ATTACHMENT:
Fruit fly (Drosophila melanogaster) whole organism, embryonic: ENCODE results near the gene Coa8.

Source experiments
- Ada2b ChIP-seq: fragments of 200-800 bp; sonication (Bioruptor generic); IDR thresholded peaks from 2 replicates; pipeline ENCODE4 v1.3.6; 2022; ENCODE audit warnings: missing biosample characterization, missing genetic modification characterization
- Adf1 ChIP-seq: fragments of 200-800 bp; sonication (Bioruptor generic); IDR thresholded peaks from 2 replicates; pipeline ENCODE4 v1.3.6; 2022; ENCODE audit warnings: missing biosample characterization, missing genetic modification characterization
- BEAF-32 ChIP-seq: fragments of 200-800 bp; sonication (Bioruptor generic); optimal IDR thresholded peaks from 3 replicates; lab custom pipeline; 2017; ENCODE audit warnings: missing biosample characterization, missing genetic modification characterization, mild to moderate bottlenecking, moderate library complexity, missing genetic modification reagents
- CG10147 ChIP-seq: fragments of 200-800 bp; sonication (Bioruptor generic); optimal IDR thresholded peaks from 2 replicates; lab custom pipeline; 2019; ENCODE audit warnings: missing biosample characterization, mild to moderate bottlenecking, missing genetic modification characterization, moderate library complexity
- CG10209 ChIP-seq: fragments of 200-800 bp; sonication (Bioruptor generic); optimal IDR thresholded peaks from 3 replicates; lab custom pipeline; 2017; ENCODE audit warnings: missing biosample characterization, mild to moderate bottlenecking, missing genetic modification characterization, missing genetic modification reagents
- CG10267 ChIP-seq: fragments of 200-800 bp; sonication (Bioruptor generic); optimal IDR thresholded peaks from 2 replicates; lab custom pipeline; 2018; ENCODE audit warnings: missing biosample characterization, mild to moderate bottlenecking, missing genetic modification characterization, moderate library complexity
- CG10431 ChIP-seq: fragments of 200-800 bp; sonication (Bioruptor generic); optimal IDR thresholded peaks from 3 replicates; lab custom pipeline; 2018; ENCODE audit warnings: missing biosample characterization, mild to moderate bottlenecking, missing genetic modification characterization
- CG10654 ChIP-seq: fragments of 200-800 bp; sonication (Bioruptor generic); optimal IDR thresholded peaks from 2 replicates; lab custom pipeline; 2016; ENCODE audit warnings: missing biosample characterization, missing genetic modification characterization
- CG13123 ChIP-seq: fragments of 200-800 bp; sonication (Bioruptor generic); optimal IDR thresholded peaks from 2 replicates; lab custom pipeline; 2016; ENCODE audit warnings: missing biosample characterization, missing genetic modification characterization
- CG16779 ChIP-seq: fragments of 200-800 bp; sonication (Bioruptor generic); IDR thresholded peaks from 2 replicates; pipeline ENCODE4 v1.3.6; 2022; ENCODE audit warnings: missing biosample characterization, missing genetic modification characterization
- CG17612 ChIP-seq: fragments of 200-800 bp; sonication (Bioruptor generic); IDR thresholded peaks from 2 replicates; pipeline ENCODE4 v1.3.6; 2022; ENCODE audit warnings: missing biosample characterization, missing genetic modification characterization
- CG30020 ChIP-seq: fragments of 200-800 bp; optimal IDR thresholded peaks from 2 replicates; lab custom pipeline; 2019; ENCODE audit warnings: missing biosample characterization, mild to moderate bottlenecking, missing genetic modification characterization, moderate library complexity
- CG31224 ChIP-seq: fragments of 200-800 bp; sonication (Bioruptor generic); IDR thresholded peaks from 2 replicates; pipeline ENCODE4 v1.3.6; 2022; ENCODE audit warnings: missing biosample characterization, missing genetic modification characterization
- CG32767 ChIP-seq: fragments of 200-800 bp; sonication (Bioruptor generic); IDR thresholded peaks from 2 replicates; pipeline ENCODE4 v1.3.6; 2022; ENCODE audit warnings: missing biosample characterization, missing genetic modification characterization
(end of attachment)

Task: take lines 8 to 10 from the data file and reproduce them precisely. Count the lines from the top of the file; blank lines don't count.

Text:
- CG10267 ChIP-seq: fragments of 200-800 bp; sonication (Bioruptor generic); optimal IDR thresholded peaks from 2 replicates; lab custom pipeline; 2018; ENCODE audit warnings: missing biosample characterization, mild to moderate bottlenecking, missing genetic modification characterization, moderate library complexity
- CG10431 ChIP-seq: fragments of 200-800 bp; sonication (Bioruptor generic); optimal IDR thresholded peaks from 3 replicates; lab custom pipeline; 2018; ENCODE audit warnings: missing biosample characterization, mild to moderate bottlenecking, missing genetic modification characterization
- CG10654 ChIP-seq: fragments of 200-800 bp; sonication (Bioruptor generic); optimal IDR thresholded peaks from 2 replicates; lab custom pipeline; 2016; ENCODE audit warnings: missing biosample characterization, missing genetic modification characterization